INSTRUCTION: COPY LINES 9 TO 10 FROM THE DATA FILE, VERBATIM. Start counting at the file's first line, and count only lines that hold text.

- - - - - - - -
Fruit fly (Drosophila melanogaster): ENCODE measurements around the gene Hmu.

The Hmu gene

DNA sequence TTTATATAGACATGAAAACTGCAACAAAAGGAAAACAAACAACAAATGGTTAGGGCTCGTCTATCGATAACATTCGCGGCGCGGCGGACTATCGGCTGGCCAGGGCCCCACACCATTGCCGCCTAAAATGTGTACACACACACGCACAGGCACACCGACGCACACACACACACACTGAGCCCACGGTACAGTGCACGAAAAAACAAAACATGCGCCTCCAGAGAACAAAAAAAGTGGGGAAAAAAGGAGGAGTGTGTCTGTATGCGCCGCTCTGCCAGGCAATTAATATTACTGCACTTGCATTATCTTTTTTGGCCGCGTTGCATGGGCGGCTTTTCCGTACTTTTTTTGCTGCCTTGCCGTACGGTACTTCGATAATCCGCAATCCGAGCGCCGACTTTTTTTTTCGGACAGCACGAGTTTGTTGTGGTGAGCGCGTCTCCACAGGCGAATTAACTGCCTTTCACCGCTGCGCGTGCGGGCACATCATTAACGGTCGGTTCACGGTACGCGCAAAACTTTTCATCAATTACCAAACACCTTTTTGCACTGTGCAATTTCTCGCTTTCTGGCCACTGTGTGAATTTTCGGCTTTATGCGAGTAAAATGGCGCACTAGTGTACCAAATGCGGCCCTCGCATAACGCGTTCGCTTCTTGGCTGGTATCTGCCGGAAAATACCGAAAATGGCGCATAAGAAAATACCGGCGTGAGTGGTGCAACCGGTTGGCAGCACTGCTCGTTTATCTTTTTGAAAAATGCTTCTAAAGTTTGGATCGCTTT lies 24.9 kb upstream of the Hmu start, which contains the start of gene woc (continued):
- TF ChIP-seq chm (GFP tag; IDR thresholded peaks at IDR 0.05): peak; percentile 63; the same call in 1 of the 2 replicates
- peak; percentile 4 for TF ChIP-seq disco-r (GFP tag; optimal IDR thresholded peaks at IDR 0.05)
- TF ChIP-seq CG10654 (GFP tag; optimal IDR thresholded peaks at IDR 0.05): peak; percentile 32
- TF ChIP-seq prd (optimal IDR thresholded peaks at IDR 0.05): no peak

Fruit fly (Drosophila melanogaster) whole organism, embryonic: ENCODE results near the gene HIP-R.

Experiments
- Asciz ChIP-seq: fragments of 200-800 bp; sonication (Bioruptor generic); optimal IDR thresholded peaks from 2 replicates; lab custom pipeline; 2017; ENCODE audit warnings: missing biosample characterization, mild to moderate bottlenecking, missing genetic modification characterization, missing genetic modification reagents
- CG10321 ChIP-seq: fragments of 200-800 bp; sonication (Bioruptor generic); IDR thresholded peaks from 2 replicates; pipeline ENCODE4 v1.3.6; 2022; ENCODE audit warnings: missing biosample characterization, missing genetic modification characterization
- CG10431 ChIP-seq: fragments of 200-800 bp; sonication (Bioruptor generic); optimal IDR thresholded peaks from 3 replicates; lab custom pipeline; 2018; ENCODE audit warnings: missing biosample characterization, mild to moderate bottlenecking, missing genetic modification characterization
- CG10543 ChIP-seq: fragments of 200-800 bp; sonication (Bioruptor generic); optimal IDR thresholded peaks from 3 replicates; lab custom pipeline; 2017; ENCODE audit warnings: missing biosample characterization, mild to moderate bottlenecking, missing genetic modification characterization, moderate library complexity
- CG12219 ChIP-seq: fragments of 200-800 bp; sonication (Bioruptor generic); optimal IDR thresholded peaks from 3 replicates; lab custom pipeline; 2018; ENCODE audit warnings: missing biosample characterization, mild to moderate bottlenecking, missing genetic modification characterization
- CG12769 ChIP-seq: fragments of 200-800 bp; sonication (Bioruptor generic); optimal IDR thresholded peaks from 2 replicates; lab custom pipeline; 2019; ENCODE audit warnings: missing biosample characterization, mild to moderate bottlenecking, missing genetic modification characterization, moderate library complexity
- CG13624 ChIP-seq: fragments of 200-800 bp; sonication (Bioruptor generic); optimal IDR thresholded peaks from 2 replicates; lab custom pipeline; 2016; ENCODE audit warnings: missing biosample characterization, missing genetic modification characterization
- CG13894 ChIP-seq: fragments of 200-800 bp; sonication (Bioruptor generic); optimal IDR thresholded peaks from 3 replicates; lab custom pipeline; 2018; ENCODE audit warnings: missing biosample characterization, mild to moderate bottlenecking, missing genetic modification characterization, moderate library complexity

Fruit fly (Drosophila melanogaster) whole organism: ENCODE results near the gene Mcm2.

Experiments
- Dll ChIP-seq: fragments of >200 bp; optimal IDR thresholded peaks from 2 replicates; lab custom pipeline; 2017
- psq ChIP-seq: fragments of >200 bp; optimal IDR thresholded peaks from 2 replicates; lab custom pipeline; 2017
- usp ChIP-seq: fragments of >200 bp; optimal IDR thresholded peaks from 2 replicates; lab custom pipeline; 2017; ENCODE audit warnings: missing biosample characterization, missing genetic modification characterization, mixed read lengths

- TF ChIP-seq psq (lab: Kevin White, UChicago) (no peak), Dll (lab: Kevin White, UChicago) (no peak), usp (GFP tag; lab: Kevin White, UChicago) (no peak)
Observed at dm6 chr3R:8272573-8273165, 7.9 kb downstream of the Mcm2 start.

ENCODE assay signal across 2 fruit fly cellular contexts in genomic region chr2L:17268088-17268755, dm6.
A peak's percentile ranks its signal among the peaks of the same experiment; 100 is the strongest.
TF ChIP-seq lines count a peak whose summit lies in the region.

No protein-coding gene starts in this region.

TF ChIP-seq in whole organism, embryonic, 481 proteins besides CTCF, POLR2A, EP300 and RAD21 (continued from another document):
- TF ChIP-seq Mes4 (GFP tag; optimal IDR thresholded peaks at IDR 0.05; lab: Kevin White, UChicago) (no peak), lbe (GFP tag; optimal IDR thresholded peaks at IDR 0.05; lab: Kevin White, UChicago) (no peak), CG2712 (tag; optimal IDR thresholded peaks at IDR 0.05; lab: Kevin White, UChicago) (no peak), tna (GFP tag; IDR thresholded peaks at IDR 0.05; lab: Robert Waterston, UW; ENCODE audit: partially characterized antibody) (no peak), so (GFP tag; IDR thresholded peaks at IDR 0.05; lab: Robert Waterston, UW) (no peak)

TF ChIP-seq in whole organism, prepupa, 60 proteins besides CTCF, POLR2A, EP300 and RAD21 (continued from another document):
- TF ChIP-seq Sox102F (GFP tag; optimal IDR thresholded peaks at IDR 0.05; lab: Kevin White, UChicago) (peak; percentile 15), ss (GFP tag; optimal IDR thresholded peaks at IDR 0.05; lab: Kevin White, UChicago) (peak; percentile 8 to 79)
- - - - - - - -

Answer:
Experiments
- Asciz ChIP-seq: fragments of 200-800 bp; sonication (Bioruptor generic); optimal IDR thresholded peaks from 2 replicates; lab custom pipeline; 2017; ENCODE audit warnings: missing biosample characterization, mild to moderate bottlenecking, missing genetic modification characterization, missing genetic modification reagents